CNISS fall lecture series kicks off Sept. 21

Washington University in St. Louis’ Center for New Institutional Social Science (CNISS) Fall 2011 Seminar Series kicks off Wednesday, Sept. 21, with a lecture by noted social policy expert John Gal.


Gal, PhD, is dean of the Paul Baerwald School of Social Work and Social Welfare at the Hebrew University of Jerusalem. He will present “Immigration and the Categorical Welfare State in Israel” at 1 p.m. Sept. 21 in Seigle Hall, Room 301.

Stephen Legomsky, JD, DPhil, the John S. Lehmann University Professor at WUSTL’s School of Law, will serve as moderator.

Gal’s fields of interest include social policy in Israel and in a comparative perspective and policy-practice in social work. Gal has published extensively in academic journals and has been highly involved in social policy formulation in Israel.

Recent books include a study on income maintenance in Israel, a study of the history of unemployment policy in Israel, an edited volume on access to social justice and Professional Ideologies and Preferences in Social Work: A Global Study.

The lecture is co-sponsored by CNISS, the Center for the Interdisciplinary Study of Work and Social Capital at the School of Law and the Center for Social Development at the Brown School.

All remaining lectures will take place at noon in the Weidenbaum Center, Seigle Hall, Room 170. The schedule:

Monday, Oct. 3, Gina Yannitell Reinhardt, PhD, “Disaster Surveys and Their Validity: Comparing Discrete Distributions”

Yannitell Reinhardt is assistant professor of public service and administration and of public and international affairs at the Bush School of Government and Public Service at Texas A&M University.

She specializes in political economy, decision-making under uncertainty and applied game theory. Much of her substantive research focuses on economic and social development, particularly foreign aid allocation, trust and the implications of disasters.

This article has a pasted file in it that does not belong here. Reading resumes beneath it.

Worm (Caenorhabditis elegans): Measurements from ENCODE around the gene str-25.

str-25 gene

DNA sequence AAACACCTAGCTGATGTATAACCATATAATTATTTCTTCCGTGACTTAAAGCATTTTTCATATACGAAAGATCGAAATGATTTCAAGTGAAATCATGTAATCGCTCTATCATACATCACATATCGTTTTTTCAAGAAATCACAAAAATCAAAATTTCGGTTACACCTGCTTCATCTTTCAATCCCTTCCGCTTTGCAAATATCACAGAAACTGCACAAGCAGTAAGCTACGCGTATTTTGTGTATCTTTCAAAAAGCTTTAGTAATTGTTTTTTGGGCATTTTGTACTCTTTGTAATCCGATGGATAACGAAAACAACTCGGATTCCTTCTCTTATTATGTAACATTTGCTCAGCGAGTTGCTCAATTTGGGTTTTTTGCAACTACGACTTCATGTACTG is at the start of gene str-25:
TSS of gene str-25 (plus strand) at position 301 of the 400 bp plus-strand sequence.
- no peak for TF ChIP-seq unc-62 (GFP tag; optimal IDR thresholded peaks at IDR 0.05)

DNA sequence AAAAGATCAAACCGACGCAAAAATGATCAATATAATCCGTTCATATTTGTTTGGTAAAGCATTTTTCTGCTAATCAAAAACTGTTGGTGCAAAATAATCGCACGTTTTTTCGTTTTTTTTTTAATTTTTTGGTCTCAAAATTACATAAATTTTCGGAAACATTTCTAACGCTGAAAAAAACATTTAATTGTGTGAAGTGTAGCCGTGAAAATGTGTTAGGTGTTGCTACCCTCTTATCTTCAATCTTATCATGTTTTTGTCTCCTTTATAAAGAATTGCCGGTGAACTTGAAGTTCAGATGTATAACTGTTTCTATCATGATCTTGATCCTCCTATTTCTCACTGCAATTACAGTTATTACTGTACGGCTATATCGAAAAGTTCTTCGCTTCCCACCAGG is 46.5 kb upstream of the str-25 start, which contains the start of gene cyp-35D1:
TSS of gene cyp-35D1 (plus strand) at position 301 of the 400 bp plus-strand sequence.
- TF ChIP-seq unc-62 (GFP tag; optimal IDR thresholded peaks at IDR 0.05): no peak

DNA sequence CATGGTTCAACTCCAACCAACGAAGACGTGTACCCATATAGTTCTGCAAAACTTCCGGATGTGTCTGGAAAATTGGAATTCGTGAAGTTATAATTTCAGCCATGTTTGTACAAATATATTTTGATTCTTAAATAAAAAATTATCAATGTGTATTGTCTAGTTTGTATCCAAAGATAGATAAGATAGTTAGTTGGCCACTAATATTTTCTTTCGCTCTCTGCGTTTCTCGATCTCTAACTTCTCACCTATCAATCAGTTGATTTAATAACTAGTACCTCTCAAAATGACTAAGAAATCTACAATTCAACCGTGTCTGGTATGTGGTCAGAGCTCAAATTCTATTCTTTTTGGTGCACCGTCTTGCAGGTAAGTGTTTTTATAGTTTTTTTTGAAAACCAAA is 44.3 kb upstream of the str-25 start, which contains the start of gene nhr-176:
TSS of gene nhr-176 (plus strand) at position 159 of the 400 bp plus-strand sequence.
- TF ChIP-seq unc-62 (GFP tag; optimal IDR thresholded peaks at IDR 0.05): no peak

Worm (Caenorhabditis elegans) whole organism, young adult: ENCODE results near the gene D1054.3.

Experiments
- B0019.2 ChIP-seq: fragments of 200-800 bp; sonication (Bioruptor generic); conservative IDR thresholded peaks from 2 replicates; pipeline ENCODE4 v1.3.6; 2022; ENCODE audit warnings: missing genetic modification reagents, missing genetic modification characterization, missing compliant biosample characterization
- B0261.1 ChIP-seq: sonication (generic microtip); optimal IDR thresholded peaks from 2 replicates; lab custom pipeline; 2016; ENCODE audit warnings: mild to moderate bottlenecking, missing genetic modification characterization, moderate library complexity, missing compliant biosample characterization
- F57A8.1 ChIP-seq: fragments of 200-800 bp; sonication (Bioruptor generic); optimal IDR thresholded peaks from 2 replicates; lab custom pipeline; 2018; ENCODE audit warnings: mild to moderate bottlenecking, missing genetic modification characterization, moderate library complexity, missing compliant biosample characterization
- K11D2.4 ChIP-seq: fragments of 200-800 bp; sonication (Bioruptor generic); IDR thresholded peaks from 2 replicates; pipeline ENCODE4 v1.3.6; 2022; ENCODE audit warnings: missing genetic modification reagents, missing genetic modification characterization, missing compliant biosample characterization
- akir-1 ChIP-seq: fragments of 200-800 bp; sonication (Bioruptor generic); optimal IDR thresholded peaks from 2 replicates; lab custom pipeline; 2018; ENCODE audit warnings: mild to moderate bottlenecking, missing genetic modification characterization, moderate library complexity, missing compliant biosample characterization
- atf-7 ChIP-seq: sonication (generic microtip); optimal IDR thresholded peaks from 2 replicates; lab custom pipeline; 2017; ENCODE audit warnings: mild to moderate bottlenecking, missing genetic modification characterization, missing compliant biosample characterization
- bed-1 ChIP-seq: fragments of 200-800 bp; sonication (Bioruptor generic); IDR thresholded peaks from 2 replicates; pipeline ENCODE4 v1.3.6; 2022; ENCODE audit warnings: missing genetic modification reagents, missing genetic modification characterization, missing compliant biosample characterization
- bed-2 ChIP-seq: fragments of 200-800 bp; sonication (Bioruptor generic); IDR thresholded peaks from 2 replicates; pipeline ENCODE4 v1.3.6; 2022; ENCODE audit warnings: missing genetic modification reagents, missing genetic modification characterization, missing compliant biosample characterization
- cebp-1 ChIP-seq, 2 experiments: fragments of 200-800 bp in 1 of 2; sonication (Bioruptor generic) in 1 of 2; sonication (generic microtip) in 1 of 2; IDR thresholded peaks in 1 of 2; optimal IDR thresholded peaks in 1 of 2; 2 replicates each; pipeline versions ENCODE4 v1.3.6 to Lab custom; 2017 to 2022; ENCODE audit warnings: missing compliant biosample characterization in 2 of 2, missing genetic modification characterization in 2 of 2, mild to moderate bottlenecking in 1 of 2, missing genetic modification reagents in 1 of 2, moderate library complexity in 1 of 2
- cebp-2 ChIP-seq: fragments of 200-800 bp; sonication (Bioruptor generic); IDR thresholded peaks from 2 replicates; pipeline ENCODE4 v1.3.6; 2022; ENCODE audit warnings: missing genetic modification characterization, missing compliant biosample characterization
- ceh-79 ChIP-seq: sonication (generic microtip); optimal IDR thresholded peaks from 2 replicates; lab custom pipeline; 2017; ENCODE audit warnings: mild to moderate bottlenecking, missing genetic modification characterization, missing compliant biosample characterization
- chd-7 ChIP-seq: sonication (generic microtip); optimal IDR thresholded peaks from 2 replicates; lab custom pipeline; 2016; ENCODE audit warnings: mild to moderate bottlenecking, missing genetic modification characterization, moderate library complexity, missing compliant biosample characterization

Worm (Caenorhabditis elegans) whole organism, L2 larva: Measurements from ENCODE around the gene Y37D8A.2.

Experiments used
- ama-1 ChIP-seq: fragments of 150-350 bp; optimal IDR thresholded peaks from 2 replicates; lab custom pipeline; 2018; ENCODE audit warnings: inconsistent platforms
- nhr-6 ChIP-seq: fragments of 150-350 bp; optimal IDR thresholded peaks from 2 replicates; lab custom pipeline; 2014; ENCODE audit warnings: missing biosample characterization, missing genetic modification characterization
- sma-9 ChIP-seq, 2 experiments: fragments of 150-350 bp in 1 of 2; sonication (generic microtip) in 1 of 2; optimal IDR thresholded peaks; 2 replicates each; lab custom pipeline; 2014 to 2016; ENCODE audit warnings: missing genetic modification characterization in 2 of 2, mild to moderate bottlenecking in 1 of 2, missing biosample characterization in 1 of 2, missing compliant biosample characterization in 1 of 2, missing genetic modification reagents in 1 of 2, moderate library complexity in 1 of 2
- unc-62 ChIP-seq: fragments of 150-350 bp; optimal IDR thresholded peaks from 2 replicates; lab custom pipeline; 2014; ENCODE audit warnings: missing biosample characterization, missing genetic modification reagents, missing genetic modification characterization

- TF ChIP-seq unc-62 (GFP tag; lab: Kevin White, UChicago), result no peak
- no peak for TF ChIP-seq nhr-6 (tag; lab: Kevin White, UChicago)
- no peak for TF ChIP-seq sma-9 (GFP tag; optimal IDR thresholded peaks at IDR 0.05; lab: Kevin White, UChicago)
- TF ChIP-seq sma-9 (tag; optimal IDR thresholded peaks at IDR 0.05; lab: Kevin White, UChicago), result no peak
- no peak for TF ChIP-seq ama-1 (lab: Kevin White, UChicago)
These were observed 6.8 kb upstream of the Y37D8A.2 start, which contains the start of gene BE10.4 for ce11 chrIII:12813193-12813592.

Monday, Oct. 17, Kenneth W. Stein, PhD, “American Foreign Policy in an Era of Changing Middle Eastern Landscapes”

Stein, professor of contemporary middle eastern history and Israel studies at Emory University, has taught Middle Eastern history and political science there since 1977. He writes and lectures on the development of modern Israel, American foreign policy toward the Middle East, origins and development of the Arab-Israel conflict and modern Arab politics and history.

Monday, Nov. 21, Jonathan Fenderson, PhD, “Black ‘Arts’ Metropolis: Chicago and OBAC as the Epicenter of the Black Aesthetic”

Fenderson is the 2011-12 postdoctoral fellow in African & African-American Studies in Arts & Sciences at WUSTL and a predoctoral fellow at the Carter G. Woodson Institute for African & African-American Studies at the University of Virginia. This lecture is co-sponsored by the Program in African & African-American Studies in Arts & Sciences.

For more information on the lecture series, visit RSVP is encouraged for all lectures to